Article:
• Principal’s Message      Angi December   
     

    Dear Wildcats Families,

     

    When a child is a “bully” could that be because they don’t know how to practice empathy?   

    em·pa·thy

    ˈempəTHē/

    noun: empathy

    1. the ability to understand and share the feelings of another.
     

    bul·ly1

    ˈboolē/

    verb

    gerund or present participle: bullying

    1. to use superior strength or influence to intimidate (someone), typically to force him or her to do what one wants.

    As it applies to school
    Bullying is generally repeated over time and involves a real or perceived imbalance of power with more powerful student(s) attacking the less powerful student(s). (See https://www.fcusd.org/Domain/3616 for the district policy on bullying/cyber bullying.) 
     
     

     

    1. Empathize with your child and model empathy for others.   Children learn empathy both from watching us and from experiencing our empathy for them. When we empathize with our children they develop trusting, secure attachments with us.

    2. Make caring for others a priority and set high ethical expectations.   If children are to value others’ perspectives and show compassion for them, it’s very important that they hear from their parents that caring about others is a top priority, and that it is just as important as their own happiness. 

    3. Provide opportunities for children to practice empathy.   Children are born with the capacity for empathy, but it needs to be nurtured throughout their lives. It requires practice and guidance. Regularly considering other people’s perspectives and circumstances helps make empathy a natural reflex and, helps children get better at tuning into others’ feelings and perspectives.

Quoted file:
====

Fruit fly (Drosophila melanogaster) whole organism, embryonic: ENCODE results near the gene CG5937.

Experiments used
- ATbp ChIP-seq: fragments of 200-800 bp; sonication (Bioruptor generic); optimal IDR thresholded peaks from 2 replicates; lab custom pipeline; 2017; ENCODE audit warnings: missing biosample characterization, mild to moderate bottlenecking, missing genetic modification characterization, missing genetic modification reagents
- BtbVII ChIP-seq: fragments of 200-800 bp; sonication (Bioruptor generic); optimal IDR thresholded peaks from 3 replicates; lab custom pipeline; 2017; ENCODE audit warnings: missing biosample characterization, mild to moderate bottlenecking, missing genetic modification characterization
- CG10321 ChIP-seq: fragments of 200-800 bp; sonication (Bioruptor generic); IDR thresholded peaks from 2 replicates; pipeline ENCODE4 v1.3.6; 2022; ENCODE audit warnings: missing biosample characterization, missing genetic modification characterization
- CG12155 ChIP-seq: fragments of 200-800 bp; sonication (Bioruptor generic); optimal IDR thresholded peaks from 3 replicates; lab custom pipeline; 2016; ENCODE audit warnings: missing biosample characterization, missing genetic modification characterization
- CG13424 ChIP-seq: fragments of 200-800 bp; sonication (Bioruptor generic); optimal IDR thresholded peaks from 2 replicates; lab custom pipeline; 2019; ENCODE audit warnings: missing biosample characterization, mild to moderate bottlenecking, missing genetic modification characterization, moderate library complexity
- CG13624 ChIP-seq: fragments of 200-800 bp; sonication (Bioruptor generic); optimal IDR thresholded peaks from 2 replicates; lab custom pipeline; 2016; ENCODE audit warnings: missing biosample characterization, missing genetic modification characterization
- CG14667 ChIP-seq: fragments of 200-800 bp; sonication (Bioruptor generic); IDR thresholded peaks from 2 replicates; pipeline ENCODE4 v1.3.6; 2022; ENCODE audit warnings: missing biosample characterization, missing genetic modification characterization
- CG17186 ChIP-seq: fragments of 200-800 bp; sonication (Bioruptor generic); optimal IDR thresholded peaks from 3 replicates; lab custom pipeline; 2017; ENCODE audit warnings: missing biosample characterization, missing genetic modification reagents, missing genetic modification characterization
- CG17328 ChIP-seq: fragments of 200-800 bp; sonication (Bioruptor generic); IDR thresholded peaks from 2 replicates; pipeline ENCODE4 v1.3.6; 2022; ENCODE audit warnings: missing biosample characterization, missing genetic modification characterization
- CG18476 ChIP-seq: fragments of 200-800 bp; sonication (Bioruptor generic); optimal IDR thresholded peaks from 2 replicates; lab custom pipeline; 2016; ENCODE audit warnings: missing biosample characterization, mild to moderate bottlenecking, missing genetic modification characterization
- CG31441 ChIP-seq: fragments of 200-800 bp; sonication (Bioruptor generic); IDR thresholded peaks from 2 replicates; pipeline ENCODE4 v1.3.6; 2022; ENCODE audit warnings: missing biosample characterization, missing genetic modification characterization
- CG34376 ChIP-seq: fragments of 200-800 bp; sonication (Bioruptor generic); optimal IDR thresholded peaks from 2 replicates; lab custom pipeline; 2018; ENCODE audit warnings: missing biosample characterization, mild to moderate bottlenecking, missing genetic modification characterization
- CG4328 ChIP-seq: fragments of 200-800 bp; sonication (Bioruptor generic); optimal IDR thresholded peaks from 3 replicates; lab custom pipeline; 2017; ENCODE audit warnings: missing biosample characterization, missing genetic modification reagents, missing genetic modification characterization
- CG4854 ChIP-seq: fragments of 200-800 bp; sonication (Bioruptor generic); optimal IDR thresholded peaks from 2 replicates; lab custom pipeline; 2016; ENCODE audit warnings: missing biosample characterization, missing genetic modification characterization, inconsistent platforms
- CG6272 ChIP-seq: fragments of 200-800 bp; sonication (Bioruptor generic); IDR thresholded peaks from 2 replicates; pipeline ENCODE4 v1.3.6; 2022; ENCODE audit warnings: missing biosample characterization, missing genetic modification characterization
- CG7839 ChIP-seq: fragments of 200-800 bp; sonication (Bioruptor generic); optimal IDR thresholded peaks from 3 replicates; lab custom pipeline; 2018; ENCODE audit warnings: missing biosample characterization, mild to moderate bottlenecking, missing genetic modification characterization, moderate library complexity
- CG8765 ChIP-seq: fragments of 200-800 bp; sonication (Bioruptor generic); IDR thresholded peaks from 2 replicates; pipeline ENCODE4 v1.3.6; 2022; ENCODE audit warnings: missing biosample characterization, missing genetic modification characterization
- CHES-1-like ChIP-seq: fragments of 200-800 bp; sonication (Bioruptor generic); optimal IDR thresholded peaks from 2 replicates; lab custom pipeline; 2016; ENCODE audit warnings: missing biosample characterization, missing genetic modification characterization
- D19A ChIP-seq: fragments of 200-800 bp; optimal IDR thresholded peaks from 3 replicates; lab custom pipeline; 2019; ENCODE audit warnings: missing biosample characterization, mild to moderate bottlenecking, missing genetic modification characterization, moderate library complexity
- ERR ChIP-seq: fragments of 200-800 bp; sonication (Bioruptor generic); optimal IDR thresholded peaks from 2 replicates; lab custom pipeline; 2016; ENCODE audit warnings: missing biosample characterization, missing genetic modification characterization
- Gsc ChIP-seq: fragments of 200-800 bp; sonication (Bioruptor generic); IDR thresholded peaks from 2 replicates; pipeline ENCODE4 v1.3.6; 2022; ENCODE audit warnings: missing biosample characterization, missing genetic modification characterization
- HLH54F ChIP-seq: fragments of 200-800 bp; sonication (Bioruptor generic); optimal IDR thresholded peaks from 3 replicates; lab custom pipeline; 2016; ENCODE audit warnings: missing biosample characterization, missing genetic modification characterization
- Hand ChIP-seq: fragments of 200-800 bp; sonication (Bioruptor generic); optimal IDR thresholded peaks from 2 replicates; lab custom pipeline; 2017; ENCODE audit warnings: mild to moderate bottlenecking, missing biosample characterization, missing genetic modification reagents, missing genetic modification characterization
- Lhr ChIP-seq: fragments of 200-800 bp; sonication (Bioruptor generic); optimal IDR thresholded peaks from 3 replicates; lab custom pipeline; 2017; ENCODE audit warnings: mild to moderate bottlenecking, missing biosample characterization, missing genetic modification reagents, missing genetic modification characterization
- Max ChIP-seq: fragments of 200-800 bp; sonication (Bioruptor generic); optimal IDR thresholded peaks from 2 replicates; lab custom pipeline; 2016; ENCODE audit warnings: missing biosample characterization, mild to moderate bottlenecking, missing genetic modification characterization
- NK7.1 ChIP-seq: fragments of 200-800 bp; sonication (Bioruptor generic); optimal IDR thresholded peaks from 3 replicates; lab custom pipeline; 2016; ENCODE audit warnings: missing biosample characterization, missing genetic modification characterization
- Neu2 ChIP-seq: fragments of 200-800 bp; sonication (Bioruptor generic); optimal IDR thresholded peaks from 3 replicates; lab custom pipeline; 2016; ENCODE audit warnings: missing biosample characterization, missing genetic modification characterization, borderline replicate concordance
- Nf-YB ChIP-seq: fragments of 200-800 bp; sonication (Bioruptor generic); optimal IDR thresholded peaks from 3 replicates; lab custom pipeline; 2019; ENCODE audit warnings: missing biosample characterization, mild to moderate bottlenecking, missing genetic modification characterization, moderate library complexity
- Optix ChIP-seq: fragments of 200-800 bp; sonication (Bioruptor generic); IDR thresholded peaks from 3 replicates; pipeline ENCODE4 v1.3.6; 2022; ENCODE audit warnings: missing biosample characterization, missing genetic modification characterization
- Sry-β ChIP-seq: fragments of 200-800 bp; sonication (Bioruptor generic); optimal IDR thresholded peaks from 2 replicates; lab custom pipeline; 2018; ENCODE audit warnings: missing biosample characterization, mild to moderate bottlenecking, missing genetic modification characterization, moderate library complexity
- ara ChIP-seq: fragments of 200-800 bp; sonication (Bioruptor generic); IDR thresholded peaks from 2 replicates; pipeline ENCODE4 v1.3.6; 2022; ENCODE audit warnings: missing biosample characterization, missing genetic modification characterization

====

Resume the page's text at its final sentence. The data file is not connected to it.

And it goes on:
4. Expand your child’s circle of concern.   We often talk about empathy as a quantity. For example, we speak of children as having a lot of or a little empathy or as lacking empathy entirely. Yet the issue often isn’t whether children can empathize or how much empathy they have. It is who they have empathy for. For most of us, it’s not hard to have empathy for our family members and close friends. It’s also human nature to have empathy for people who are like us in some way. But the real issue is whether children (and adults) have empathy outside that circle. As parents and caretakers, it’s not only important that we model appreciation for many types of people. It’s important that we guide children in understanding and caring for many kinds of people who are different from them and who may be facing challenges very different from their own challenges.

     5. Help children develop self-control and manage feelings effectively.   Often when children don’t express empathy it’s not because they don’t have it. It’s because some feeling or image is blocking their empathy. Often the ability to care for others is overwhelmed, for example, by anger, shame, envy, or other negative feelings. Helping children manage these negative feelings as well as stereotypes and prejudices about others is often what “releases” their empathy.


    Ms. Carlomagno